Point-counterpoint: Will any major college football be played this fall? US doesn’t deserve it
We wouldn’t even be having this debate if it weren’t for the money.
The smartest guys in the room — those running the Ivy League — already made the right decision: no college sports at all the rest of this year.
It’s just not safe, not when 140,000 people have died from a virus that’s still surging in most of the country and seems impossible to stop because our society is selfish and stubborn.
Those Ivy folks don’t really have to worry about all the money stuff because they are in business to educate students.
Hmm, what a novel idea for colleges.
The major conferences, though, run professional sports leagues. They have billions of dollars at stake, and because they sold their souls long ago in the chase for almighty dollars, power conferences are now facing a terrible decision brought about by their own greed.
Money or safety.
This aspect should not be up for debate: By playing a national college football schedule, it absolutely would put many, many people — including athletes, coaches, support personnel, family members and fans — at much greater risk of contracting the coronavirus.
And for what?
So these college football behemoths can make their millions of dollars, and thereby continue to fund their bloated athletic departments.
It shouldn’t happen.
And I believe it won’t.
There will not and should not be a national college football season this fall.
Maybe some programs will play some games, in states where the virus isn’t as formidable. Penn State fans might be able to count themselves as fortunate to be in that group.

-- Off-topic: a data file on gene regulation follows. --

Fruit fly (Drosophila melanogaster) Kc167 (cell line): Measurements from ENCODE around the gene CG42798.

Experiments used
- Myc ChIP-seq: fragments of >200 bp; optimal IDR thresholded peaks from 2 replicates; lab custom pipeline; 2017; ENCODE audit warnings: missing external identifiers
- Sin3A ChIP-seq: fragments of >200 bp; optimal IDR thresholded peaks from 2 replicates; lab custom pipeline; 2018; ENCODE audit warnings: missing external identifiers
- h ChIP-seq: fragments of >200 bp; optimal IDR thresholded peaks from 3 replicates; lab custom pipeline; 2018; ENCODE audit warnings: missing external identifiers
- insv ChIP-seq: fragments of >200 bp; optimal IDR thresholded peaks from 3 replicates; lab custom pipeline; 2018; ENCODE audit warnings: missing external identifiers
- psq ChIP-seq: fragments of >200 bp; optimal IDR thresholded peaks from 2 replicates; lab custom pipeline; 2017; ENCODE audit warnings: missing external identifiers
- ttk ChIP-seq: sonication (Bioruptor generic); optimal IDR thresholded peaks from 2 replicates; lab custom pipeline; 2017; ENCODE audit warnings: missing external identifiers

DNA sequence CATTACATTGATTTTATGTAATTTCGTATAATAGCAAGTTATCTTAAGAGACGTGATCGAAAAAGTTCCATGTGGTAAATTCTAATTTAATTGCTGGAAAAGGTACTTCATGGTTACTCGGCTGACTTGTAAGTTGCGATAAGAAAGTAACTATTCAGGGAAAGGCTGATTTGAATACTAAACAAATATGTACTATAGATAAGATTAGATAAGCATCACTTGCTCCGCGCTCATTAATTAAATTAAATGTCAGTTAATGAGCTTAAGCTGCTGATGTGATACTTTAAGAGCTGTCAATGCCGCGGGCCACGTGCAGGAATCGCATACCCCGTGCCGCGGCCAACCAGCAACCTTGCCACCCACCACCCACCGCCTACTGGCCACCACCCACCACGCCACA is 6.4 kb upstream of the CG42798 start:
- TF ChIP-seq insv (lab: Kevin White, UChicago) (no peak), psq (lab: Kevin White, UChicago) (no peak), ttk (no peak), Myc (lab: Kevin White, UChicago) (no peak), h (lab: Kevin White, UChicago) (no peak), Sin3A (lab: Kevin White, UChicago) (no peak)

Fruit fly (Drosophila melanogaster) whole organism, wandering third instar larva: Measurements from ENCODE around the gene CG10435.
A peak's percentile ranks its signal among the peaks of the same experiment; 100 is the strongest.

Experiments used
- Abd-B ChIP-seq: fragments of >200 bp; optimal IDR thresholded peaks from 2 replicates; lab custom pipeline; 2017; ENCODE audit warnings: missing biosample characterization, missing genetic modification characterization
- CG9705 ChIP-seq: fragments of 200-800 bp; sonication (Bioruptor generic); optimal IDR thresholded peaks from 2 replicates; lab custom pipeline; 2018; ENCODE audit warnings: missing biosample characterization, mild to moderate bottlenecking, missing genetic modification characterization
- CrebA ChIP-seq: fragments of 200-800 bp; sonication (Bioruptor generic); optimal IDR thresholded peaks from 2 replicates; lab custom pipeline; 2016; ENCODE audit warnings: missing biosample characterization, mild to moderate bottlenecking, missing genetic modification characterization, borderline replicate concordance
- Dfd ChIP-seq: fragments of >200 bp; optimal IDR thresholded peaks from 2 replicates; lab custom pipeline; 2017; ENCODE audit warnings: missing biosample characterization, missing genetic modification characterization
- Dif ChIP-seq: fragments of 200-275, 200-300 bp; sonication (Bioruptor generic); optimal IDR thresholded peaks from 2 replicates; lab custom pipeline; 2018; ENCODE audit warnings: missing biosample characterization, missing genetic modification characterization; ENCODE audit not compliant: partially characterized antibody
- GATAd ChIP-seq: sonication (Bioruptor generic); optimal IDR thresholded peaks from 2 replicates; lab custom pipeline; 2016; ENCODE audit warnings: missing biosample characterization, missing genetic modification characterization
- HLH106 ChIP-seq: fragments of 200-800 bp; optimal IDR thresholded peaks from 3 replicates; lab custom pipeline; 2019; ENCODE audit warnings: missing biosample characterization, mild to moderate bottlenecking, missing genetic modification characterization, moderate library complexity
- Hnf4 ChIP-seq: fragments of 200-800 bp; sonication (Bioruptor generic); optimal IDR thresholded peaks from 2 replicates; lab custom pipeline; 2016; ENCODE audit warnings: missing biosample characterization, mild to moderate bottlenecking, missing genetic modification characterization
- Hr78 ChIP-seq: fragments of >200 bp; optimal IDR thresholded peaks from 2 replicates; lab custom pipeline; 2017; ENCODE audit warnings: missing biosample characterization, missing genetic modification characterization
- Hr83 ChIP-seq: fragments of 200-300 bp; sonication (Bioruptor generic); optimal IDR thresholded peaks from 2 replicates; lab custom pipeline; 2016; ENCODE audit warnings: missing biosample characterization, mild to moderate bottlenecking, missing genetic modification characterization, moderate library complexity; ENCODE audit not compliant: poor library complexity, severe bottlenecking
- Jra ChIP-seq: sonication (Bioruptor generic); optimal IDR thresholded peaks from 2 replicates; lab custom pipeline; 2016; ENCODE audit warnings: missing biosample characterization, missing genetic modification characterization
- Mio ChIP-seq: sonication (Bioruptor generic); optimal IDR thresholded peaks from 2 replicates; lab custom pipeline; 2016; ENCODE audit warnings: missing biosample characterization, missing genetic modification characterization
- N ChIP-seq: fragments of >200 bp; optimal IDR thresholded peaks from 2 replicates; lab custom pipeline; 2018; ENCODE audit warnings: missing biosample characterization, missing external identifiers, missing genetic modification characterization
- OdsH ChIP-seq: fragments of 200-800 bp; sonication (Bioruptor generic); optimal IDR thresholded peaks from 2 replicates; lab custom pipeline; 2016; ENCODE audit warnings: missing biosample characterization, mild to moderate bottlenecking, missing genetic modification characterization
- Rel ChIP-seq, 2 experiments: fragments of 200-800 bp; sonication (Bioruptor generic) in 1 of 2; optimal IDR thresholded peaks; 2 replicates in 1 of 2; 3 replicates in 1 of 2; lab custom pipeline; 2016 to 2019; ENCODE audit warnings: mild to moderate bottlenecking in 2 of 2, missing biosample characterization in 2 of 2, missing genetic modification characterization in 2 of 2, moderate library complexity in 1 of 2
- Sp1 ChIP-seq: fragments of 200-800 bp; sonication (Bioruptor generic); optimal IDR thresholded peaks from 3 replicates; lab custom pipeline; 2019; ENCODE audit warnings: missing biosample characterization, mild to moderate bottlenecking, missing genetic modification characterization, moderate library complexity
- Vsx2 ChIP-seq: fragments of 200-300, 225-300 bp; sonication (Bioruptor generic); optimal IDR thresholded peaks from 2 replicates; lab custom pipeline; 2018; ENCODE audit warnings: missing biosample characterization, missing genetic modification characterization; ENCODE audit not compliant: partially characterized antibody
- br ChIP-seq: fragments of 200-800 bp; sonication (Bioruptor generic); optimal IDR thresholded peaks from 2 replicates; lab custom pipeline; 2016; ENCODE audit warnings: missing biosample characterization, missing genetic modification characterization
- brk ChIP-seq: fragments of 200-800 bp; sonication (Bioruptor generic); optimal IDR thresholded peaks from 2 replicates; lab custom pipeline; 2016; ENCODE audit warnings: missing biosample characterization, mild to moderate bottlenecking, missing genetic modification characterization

But there’s just no way programs across all of Division I should be allowed to travel and play all around the country during this national crisis.
Florida and California, for instance, each are home to seven FBS football programs, and those states are having all kinds of trouble with the virus. As is Texas, which has 12 FBS programs. Those three states alone account for 26 FBS programs, and how can people there justify the potential public health risks of playing college sports?
The logistical problems of trying to have a season will be massive because of all the regional health issues and restrictions, and merely canceling the non-conference games — as the Big Ten and other leagues have done — just isn’t going to be enough.
Why should these college football athletes be forced to make such a huge sacrifice to play the season anyway? They’ll all have to live in such a bizarre bubble to keep them and everyone else safe, taking them away from any semblance of a normal life.
It’s one thing for MLB, NFL or NBA players to have to live life in that kind of bubble in order to play. They’re getting paid millions of dollars.
College athletes don’t get paid, and they shouldn’t be forced to make all those personal sacrifices just to keep the money machine of college football running. That’s not their responsibility during a global pandemic.
The bottom line is, our country doesn’t deserve to have a college football season.
We have botched this virus response to epic proportions, to the degree that we’re not worrying about if a second wave will hit because we’re still smack dab in the middle of the first wave after five grueling months.
Having college football is a privilege, not a right. This country hasn’t gotten its act together during all this mess, and being forced to miss out on some things we love is one of the repercussions.
Cory Giger can be reached at firstname.lastname@example.org.